With the ‘end of the world’ paranoia brought about by the new millennium, it’s hard to remember a time when disaster movies were about natural disasters. Movies like “2012” and “The Day After Tomorrow” were thrilling, but lacked a realistic backbone, coming off as more sci-fi than possible. However, it’s not hard to remember back to when blockbusters reflected mankind’s fascination with natural disasters, such as 1997’s “Dante’s Peak,” 2000’s “The Perfect Storm,” with 2012’s “The Impossible” possibly indicating a return to natural phenomena drawing people to the box office. With a high energy cast, engrossing special effects, and a focused lens, “Twister” is possibly one of the most well known early entries into this category, presenting an entertaining and heartfelt portrayal of deadly tornadoes and the men and women who chase them.
“Twister” is about more than just tornadoes, but the psychology of scientists who choose to do this for a living and the effect it has upon their lives. At the movie’s onset we meet such a team, led by dedicated Jo (Helen Hunt), working in the plains of Oklahoma. The sky is alight with lightning and strong winds, there’s a tornado warning, and when most sane people would run from such weather, Jo is just hoping a tornado will touch down so she can put “Dorothy” – an invention intended to study a tornado from the inside – in a twister’s path. Other members of the team are equally emphatic, such as Dusty (Phillip Seymour Hoffman) who refers to the tornado’s prowess as “The Suck Zone” or another, Jason, who likens the path of an F5 (Fujita scale 5 tornado, the most intense the storm can get) to “The Finger of God.”
The film also introduces us to Bill Harding (Bill Paxton), an ex storm chaser driving out to meet Jo for a more domestic reason – he needs her to sign the long-overdue divorce papers so he can marry his fiancée Melissa (played by Jami Gertz). Bill’s presence can be seen to affect the stalwart Jo and the team, only the movie doesn’t pause for air as the team – with Bill in tow as he attempts to get Jo’s signature – are off chasing a tornado in an attempt to gather scientific data that will help them predict future storms and provide people with warning.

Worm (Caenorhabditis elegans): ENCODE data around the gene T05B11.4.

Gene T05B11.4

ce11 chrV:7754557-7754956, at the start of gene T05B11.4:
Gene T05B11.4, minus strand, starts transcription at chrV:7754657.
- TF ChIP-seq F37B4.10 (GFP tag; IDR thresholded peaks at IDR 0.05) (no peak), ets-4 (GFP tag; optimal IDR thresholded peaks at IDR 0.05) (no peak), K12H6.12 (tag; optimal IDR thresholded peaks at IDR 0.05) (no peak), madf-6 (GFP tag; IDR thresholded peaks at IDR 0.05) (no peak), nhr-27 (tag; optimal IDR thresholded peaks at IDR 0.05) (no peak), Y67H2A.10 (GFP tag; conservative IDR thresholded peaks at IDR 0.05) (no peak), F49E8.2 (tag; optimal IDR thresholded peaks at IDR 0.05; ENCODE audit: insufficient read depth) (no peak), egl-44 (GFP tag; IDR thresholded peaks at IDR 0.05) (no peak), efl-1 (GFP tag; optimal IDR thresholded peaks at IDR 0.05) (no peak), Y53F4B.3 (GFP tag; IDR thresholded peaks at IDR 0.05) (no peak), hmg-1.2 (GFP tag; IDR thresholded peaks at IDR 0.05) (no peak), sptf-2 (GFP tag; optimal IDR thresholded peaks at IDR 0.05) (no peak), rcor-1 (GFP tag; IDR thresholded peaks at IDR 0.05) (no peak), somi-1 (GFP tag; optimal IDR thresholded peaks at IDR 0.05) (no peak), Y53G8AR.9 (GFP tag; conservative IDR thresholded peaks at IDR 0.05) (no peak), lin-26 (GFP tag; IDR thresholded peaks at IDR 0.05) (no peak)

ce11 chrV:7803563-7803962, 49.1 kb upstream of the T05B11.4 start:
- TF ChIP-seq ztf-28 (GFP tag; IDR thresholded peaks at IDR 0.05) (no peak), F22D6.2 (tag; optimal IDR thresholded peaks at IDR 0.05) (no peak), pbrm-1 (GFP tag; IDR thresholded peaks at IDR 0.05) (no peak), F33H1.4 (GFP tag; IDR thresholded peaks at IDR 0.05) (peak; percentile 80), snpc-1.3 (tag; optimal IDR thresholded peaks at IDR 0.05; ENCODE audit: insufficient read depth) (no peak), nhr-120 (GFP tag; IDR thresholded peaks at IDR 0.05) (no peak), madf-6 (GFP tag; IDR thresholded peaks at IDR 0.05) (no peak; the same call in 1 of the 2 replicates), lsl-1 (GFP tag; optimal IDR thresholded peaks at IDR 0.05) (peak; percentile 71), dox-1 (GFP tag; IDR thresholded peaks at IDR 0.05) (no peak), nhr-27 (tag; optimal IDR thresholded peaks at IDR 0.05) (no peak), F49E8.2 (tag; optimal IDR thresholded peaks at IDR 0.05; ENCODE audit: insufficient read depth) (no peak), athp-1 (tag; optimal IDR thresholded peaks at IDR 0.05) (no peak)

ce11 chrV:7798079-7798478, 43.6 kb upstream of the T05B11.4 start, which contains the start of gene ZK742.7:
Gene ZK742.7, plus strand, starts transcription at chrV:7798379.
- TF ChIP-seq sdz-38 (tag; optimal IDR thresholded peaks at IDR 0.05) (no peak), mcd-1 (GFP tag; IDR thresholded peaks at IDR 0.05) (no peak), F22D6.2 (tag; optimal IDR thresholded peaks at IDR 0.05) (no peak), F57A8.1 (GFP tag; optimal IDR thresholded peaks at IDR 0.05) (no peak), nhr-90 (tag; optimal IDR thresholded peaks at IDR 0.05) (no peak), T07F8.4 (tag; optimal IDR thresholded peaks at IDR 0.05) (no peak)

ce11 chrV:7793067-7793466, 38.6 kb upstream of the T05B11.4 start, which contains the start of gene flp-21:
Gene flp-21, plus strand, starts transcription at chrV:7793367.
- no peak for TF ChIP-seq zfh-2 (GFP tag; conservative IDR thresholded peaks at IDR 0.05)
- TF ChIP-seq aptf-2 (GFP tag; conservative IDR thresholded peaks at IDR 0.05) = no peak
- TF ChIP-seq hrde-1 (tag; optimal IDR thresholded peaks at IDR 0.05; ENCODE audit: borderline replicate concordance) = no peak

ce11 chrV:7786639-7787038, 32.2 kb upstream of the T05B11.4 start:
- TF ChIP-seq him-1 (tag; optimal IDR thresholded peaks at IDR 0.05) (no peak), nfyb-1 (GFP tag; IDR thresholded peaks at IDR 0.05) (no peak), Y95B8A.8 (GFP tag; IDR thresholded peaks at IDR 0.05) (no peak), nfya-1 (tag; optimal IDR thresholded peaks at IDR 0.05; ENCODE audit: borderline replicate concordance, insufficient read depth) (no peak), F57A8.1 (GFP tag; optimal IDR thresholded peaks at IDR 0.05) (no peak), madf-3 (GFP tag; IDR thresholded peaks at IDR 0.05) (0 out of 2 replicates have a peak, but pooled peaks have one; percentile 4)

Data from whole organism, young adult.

“Twister” is excellent in its ability to thrust audiences headfirst into action, as the opening chase sees such adrenaline-inducing feats as Bill and Jo hunkered under a bridge as a tornado hits, intense winds and debris, and Jo’s truck being picked up and smashed on a nearby road. However, the movie balances the action with a good amount of backstory, exploring Bill’s history with Jo, with the team, and even with a rival and arrogant storm chaser Jonas (“Saw’s” Cary Elwes). One of the most effective scenes in the movie occurs as the group takes a break from storm chasing to eat a home cooked meal at Jo’s Aunt Meg (Lois Smith), which fleshes out more important history, such as Bill’s rough and tumble past and Jo’s personal demon – as a child she saw her father killed during a tornado, the only one of the group to ever see an F5’s fury.
“Twister” takes pains to make the film realistic, grounding the film in the Oklahoma plains that is its home. The movie’s homes are ordinary, its restaurants filled with local people many of us might see at any town grocers, and its soundtrack a credit to the time and appropriate. High energy tracks like the Goo Goo Dolls’ “Long Way Down” line its more intense parts, but is balanced and scored beautifully with acoustic/country songs like Shania Twain’s “No One Needs To Know” or the somber “How” by ‘90s songstress Lisa Loeb. Additionally, the film avoids the temptation other blockbusters fall prey to, making Jo’s team actually look like struggling scientists and not supermodels.
That’s not to say “Twister” is perfect, as criticism is appropriate for certain scenes, such as unnecessary drama between Bill and Jonas, or a scene involving key characters surviving a tornado that no one could survive by hooking themselves to watering pipes. However, the movie’s action more than makes up for it (come on, twisters in the film pick up trucks, cows, and in one scene even an entire house), with the movie often proceeding at breakneck speeds without stopping for air. The special effects also come off as more realistic, showing the danger harmless objects can have when put behind the force of a 300 mph, 1-mile wide tornado. It’s a further credit to the movie’s realism that “Twister’s” most intense scene involves Bill and Jo tensely hoping that the twister will finally suck up “Dorothy,” and not someone exhibiting death defying stunts to save the day.
“Twister” is a good movie. It’s fun, action packed, and, on the underbelly has a almost surprisingly deep emotive side, showing the history of its characters while highlighting the urgency of developing an early warning system to help the people tornadoes actually effect. The performances are well balanced, and with actors like Paxton, Hunt, and Hoffman lining its cast, its no surprise that the movie succeeds as well as it does. “Dorothy” is a funny looking invention, and with the immense damage it takes during the movie’s run-time, you’d expect its operators to pack it up and call it a day. “Twister” preservers, however, showing the tragedy of tornadoes and the people they affect on a yearly basis. Bill, Jo, and co. might not save the world; but by the time they figure out how to get “Dorothy” to finally work, we know just how much is at stake.
– by Mark Ziobro